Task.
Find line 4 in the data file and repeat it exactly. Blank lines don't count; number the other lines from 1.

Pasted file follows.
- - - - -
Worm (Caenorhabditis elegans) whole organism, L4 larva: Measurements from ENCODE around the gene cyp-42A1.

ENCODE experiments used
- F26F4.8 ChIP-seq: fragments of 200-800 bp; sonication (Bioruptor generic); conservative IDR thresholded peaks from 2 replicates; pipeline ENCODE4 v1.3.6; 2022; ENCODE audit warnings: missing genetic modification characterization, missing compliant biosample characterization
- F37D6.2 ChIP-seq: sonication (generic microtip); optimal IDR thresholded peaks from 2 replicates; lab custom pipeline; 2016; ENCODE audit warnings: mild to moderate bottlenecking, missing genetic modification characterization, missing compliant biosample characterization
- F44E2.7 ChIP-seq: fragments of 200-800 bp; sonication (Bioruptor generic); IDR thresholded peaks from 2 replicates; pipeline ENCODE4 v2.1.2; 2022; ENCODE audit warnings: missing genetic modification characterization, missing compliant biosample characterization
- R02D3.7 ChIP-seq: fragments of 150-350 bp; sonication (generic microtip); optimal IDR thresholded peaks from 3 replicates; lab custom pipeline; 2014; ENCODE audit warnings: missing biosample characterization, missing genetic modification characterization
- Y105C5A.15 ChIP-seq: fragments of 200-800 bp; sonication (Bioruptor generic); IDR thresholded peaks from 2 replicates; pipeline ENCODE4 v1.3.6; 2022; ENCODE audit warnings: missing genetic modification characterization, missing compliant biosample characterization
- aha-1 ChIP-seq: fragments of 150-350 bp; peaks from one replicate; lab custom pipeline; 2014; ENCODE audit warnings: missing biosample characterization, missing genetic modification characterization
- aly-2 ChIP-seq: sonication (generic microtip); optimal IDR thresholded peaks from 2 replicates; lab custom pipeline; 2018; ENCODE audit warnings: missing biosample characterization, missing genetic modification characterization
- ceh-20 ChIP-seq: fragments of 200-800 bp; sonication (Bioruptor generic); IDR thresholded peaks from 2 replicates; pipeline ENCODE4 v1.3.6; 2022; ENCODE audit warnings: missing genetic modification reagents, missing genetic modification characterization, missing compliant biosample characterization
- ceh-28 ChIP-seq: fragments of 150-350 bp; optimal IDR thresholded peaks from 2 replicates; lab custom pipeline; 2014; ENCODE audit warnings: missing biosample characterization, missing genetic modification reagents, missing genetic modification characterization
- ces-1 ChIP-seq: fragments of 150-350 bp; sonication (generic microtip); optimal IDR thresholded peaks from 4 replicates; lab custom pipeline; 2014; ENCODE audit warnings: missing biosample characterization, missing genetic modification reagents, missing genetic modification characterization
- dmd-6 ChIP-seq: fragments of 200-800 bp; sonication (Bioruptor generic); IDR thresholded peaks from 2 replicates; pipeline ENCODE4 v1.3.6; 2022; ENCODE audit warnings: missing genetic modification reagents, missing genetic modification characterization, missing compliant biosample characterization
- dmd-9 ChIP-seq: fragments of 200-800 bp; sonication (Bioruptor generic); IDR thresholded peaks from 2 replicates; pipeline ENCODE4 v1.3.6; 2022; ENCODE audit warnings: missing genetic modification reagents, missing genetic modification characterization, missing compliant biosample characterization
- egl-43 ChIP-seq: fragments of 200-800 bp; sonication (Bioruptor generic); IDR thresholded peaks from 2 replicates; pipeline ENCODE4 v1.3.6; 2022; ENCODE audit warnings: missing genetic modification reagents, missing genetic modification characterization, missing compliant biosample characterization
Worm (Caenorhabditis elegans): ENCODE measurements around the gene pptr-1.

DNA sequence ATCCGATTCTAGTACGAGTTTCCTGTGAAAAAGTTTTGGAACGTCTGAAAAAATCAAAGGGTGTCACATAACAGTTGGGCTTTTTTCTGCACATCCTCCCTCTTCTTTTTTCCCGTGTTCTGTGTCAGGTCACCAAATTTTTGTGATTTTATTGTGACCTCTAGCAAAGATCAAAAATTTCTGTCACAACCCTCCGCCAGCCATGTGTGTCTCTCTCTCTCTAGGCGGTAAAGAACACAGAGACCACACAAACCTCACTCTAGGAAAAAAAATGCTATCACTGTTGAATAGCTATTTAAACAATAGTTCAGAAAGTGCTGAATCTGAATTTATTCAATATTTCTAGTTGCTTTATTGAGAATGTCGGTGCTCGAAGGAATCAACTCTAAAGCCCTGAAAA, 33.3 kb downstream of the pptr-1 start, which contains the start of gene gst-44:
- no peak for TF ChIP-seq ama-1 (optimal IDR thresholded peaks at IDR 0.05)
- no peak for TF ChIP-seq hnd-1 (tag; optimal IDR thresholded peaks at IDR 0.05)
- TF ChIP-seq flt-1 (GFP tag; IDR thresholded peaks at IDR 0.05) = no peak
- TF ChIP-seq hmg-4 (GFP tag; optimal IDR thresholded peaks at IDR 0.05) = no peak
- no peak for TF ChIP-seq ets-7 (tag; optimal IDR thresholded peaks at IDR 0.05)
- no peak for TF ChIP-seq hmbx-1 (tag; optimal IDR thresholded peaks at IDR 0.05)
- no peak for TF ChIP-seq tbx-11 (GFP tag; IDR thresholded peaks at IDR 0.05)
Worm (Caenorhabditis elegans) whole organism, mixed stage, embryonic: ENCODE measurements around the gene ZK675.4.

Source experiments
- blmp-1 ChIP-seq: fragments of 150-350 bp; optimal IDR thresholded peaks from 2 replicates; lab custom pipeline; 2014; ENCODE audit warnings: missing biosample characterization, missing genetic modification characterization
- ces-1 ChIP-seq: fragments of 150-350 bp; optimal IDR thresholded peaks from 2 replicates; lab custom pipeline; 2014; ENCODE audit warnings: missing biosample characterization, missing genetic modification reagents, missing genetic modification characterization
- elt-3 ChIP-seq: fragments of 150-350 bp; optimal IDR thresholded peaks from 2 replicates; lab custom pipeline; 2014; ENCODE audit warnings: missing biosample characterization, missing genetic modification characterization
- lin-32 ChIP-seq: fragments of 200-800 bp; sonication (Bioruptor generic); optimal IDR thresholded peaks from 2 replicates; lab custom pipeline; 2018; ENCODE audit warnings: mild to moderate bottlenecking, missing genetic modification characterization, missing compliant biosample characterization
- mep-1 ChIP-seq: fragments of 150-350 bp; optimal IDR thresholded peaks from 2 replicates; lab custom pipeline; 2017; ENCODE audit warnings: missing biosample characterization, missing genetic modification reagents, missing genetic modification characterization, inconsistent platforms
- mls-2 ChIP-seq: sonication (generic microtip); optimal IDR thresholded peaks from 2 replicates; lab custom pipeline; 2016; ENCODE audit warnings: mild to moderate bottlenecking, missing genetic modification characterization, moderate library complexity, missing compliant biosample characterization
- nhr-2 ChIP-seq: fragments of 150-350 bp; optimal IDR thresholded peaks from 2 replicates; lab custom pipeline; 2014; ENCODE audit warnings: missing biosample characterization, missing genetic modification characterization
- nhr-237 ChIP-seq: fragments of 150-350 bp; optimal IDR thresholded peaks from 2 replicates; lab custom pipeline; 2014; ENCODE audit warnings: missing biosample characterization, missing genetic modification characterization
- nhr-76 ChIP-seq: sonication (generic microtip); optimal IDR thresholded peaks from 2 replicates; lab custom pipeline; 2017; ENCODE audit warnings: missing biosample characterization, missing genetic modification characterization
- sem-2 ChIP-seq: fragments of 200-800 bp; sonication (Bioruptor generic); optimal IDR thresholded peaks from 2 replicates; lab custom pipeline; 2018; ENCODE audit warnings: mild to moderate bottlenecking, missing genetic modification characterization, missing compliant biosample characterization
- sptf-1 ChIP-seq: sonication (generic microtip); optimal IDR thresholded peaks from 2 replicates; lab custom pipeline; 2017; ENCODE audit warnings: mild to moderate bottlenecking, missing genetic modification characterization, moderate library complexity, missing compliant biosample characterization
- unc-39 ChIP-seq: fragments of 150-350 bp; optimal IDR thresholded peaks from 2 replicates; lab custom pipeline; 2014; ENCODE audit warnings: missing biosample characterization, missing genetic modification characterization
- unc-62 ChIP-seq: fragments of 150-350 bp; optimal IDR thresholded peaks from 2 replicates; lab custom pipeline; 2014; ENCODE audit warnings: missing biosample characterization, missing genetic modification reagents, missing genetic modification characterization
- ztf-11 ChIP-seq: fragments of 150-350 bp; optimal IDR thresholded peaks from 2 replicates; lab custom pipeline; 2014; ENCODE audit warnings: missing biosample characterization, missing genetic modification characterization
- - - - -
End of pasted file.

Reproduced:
- F37D6.2 ChIP-seq: sonication (generic microtip); optimal IDR thresholded peaks from 2 replicates; lab custom pipeline; 2016; ENCODE audit warnings: mild to moderate bottlenecking, missing genetic modification characterization, missing compliant biosample characterization